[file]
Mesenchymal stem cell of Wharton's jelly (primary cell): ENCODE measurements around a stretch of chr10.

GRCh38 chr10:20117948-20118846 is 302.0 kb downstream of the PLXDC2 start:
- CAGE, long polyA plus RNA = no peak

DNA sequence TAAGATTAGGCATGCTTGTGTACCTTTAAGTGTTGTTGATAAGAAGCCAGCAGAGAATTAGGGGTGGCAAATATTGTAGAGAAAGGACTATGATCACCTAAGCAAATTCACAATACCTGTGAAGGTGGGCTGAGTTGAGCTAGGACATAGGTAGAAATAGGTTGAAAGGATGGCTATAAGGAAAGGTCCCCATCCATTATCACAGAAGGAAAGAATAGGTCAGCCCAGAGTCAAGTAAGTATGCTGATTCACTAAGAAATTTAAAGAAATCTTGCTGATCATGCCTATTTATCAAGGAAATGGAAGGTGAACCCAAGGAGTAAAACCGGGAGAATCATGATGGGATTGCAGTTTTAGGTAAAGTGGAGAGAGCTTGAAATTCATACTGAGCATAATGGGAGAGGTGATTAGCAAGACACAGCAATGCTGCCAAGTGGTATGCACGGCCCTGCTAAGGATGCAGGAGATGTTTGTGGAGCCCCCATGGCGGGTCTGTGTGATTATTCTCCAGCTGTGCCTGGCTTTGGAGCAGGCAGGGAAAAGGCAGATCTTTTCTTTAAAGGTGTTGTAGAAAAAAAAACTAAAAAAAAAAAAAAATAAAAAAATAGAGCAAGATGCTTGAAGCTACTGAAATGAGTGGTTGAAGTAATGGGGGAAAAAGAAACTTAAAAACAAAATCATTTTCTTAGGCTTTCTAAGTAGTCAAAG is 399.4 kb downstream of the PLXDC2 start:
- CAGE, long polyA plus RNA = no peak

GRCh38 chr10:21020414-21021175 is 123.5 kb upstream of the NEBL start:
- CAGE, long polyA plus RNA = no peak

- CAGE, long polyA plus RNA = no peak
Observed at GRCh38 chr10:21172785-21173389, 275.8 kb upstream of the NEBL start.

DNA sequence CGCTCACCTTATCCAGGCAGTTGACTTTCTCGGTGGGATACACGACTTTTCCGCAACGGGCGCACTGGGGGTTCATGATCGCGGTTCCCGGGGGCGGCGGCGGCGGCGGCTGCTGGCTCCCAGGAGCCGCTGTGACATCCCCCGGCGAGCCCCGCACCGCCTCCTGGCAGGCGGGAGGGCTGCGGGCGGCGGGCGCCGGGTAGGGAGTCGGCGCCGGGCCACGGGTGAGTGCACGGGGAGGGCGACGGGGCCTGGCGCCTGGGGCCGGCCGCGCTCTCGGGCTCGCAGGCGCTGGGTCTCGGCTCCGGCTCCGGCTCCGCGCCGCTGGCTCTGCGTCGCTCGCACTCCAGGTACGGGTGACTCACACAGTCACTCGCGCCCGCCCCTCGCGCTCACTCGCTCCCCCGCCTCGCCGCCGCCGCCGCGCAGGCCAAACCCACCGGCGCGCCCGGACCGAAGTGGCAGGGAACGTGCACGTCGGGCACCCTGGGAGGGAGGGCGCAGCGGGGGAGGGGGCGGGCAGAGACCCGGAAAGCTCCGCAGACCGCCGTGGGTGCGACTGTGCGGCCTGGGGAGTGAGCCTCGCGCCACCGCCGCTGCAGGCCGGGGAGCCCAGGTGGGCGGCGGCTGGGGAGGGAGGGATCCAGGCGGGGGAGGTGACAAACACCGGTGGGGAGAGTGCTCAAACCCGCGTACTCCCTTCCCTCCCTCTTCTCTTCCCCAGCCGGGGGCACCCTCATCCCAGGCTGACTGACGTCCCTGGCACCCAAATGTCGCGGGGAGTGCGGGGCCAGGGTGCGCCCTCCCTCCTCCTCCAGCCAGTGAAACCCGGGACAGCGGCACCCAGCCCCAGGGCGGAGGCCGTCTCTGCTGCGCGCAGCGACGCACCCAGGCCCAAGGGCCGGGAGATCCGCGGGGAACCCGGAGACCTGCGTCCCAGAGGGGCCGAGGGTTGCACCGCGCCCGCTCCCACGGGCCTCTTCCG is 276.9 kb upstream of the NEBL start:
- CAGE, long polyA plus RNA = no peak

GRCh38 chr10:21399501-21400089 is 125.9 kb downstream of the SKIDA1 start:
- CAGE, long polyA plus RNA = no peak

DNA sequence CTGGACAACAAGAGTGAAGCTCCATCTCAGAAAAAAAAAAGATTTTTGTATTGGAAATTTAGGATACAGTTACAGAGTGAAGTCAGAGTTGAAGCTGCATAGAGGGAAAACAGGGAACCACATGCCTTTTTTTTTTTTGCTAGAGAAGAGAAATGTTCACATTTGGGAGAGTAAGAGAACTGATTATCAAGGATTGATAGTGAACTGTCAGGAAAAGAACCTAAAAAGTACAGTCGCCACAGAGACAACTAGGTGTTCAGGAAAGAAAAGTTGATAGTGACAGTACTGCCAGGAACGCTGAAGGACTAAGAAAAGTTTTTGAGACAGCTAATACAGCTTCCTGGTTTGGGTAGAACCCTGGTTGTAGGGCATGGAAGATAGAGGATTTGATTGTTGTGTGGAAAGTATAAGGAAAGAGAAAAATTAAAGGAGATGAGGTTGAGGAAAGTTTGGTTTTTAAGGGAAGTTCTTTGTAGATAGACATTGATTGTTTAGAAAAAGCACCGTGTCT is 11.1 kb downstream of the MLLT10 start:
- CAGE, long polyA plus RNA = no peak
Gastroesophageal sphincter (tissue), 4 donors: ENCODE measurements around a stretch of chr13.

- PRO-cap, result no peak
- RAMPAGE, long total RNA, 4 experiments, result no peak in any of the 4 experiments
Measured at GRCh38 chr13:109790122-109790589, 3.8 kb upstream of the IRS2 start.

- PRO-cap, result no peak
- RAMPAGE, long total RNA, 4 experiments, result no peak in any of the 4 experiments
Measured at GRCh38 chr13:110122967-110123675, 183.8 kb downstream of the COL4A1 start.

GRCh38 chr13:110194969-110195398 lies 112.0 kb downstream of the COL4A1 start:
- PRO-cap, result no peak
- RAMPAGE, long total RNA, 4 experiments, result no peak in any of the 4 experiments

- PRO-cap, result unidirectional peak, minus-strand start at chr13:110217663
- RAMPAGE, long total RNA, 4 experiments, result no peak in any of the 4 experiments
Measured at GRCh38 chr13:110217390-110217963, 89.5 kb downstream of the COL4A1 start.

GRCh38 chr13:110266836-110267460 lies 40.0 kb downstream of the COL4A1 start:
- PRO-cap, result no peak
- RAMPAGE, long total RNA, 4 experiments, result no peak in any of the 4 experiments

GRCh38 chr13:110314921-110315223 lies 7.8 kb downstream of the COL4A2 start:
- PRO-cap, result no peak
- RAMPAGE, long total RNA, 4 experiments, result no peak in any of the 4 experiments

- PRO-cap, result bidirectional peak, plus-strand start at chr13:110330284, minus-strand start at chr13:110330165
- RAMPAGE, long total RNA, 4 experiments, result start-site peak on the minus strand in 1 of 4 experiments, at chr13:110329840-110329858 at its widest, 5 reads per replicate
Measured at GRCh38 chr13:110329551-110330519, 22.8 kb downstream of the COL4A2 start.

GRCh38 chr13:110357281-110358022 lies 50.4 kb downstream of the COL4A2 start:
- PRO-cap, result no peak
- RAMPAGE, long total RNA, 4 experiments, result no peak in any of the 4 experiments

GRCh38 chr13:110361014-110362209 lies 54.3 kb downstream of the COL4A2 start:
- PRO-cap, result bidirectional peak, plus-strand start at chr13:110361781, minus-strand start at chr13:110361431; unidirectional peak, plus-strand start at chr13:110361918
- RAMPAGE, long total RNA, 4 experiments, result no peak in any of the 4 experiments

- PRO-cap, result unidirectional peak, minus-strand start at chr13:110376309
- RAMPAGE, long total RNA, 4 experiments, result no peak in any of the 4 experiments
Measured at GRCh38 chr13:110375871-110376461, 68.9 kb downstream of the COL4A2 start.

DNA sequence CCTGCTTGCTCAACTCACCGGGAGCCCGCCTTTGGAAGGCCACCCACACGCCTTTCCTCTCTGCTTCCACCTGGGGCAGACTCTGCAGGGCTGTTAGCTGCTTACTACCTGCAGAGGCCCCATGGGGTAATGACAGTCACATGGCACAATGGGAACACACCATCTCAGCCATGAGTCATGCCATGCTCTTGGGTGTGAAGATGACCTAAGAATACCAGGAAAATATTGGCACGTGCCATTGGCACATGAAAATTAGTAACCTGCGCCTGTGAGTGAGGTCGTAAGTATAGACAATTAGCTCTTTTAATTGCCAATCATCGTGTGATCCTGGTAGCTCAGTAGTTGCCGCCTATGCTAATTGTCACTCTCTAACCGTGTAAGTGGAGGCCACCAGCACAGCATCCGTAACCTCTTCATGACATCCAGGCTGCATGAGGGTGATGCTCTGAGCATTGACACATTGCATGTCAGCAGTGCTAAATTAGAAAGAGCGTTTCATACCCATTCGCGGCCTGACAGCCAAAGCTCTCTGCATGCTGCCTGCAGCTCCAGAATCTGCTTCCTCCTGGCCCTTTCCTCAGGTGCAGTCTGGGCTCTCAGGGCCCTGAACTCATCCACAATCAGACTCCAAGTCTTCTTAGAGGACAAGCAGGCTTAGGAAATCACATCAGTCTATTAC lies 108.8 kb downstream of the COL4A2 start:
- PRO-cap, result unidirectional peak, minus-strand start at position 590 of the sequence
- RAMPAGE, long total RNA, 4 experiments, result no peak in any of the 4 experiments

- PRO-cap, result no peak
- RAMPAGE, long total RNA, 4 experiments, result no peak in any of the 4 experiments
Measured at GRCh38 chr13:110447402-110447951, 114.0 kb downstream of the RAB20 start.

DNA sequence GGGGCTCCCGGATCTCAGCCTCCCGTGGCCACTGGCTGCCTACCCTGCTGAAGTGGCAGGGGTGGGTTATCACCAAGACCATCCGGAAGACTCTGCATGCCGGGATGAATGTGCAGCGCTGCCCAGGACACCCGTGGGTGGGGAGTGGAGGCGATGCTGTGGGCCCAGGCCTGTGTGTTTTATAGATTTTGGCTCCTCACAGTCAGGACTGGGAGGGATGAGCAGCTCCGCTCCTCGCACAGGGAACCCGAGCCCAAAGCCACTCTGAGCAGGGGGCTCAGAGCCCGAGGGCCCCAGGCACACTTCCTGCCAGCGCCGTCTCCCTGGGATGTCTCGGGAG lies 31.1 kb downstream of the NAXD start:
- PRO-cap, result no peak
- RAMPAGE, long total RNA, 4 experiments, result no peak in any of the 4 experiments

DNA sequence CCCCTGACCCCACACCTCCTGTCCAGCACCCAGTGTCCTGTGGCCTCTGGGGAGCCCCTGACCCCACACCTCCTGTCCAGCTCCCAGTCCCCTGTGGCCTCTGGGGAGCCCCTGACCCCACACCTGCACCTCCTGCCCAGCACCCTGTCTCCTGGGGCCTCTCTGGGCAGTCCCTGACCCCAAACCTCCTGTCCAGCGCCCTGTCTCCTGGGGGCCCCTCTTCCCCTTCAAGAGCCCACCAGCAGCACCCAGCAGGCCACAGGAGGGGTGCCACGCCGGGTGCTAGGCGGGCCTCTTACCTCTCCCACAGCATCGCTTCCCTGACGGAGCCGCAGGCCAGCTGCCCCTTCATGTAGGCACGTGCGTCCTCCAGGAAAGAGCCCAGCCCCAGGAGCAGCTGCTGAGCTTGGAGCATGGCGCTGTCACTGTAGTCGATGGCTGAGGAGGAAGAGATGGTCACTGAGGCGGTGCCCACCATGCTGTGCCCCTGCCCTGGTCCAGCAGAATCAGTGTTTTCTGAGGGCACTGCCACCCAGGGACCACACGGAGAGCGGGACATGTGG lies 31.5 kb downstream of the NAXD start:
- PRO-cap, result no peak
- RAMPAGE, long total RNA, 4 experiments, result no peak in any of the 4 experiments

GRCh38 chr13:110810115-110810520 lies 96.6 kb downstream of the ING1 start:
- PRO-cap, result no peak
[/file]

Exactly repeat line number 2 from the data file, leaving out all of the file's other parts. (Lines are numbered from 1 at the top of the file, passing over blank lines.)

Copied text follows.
GRCh38 chr10:20117948-20118846 is 302.0 kb downstream of the PLXDC2 start: